For example, when looking at a metric such as Mean Time to Recovery (MTTR), we want to explain why the number is what it is:
- We can begin by looking for any outliers. Did your organization go through outstanding incidents that look completely different from the others? When presenting the data around MTTR I would make sure to highlight the themes we arrived at during the analysis of those incidents; how we prepare for a catastrophic failure in our systems, how we can empower our engineers to react under pressure, and what kind of recurring maintenance our systems need.
- Outside of the outliers we can see which incidents take the longest and shortest time to resolve and try to find commonalities around them. We can see what tools our SMEs used to resolve these incidents, how we came to realize this was a Production Incident that needed to be resolved right away, or how the number of teams involved reflected the complexity of the system impacted. This can help us guide teams on what tools to adopt or what signals to look out for in the future. The themes we captured throughout the individual incidents will have a chance to shine here. There will be common themes where the impact was felt across different parts of the org so one team may not be able to do much to improve upon it but looking at this from a holistic point of view allows us to prioritize certain areas of focus.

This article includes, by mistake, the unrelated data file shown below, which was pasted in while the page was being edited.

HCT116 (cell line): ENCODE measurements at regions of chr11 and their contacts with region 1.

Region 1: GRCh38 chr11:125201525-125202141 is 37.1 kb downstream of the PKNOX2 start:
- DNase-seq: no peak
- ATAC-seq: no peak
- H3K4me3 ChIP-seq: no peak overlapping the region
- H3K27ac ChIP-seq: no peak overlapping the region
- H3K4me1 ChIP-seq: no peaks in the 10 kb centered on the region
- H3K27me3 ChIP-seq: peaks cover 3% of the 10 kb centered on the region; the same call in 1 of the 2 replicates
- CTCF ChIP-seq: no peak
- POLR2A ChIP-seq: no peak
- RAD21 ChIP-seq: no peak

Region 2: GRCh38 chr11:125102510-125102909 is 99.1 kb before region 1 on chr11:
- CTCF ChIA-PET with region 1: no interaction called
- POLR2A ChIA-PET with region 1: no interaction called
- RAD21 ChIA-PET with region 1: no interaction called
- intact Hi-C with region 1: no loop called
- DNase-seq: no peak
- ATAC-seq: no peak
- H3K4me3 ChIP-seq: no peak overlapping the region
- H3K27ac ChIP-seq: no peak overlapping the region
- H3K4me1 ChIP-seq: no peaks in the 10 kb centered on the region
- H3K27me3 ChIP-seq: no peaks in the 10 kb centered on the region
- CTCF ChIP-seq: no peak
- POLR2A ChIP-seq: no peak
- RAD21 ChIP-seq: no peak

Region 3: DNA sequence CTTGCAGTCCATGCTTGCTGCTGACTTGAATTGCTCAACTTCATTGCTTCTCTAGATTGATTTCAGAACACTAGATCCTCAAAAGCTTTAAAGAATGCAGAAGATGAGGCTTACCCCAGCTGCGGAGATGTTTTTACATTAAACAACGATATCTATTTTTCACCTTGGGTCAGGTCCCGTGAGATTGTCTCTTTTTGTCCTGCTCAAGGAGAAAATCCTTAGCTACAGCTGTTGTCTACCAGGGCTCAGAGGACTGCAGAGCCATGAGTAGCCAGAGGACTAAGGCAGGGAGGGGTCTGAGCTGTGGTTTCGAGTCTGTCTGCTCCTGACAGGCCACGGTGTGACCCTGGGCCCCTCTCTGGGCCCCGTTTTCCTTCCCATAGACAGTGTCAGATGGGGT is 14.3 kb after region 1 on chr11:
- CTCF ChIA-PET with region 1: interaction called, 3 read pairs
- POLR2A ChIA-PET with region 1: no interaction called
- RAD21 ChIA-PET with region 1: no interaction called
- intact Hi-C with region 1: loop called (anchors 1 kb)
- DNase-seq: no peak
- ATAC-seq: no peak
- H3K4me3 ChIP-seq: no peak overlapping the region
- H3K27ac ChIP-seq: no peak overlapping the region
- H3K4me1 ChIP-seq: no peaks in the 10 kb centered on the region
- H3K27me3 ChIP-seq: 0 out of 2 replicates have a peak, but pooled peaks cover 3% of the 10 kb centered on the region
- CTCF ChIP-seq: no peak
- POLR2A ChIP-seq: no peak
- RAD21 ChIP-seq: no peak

If we are looking at the number of incidents and their impact we can take a similar approach. I am an advocate for analyzing incidents that were near-misses. This gives us a chance to see all the contributing factors and themes around “what went well”. As you present your number of incidents, also present the number of near-misses (in my case, a near-miss is an incident that thanks to the quick response of the team avoided impacting our end users) and highlight your findings.